Touching your soul
On August 16, 2018 Aretha Franklin, lovingly recognized as the “Queen of Soul,” passed from this earth. She was a Detroiter, a musical icon. She grew up in, and helped shape, the early era of the Motown sound in the 60s, and throughout her life influenced the music scene, reflecting the joys and struggle of life.
I first remember hearing about Aretha from my older sister who would listen to her on 45s and LPs. “Respect” rang out in her apartment and when she would drive me around in her red VW bug. It was a time of great change in America, a time when artists and political activists were calling us to look beyond the confines of our own neighborhoods and our concerns and consider others. “Come on out and sing and dance to a new sound. Ask some questions of yourself, of others about how we should and could live together. ‘What about black and white—could each express their own identity yet come together in respect and love?’”
Every generation has its music, the sounds that mark its growing up. But the music of Aretha Franklin and other Detroiters from the 60s touches something universal. You can see it at almost every wedding reception, company party or big civic celebration—you’ll hear the music of Aretha, The Supremes, Martha and the Vandellas, The Temptations, The Four Tops, Smokey Robinson, Stevie Wonder, Marvin Gaye, Sly and the Family Stone, The Fifth Dimension and so many others that make up that pantheon of musicians. It’s because their music touches something in our hearts and souls and muscles. It makes you want to get up and dance to the music whatever your age. To move and celebrate and keep hoping for a better life.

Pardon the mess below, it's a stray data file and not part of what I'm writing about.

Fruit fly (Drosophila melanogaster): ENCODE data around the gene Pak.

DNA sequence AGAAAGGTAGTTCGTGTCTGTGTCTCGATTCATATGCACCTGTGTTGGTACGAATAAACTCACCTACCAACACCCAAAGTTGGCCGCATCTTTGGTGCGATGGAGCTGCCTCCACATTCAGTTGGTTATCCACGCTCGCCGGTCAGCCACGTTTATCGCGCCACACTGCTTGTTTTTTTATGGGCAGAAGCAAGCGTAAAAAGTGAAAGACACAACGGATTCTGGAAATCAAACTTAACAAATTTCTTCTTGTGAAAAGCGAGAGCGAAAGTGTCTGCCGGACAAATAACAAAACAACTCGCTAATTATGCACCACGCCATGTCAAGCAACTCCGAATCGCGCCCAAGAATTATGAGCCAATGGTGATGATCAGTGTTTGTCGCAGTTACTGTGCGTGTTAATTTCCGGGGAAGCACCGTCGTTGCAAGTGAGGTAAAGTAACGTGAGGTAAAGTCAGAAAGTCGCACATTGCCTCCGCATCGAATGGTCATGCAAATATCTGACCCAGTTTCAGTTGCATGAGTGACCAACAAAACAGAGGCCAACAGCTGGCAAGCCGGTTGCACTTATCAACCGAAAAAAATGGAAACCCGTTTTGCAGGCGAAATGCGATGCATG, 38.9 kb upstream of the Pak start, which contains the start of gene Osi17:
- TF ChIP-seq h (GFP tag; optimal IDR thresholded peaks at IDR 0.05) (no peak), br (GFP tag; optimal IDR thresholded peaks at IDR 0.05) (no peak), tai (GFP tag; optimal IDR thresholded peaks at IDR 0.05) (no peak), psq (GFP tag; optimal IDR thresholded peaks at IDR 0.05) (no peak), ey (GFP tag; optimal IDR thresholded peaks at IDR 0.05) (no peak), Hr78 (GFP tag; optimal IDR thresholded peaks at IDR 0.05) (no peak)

One of Aretha’s hit recordings, “I Say A Little Prayer,” (written by Burt Bacharach and Hal David for Dionne Warwick and first recorded by her) has these wonderful lyrics that Aretha rendered so beautifully:
Forever and ever you’ll stay in my heart
And I will love you, forever and ever
We never will part, oh how I love you…
Answer my prayer baby,
Say you’ll love me true.
I imagine that if she were looking back toward us from the other side she would echo that prayer and say, “Don’t stop loving. Let the music take you forward. Listen to your heart and do something today that moves you beyond the barriers you might have set up between you and someone in your family, between you and a co-worker, between you and other peoples.”
If marketing is about building relationships and growing loyal fans, Aretha did that very well. Let’s keep listening to her music and remaining her fans, but also let’s respond to her signature call to “Respect” one another and then get on the “Freeway of Love” (and if you can, in style as she did, in a pink Cadillac), forever and ever!
For more about Aretha, check out this Crain’s Detroit article: Aretha Franklin, 1942-2018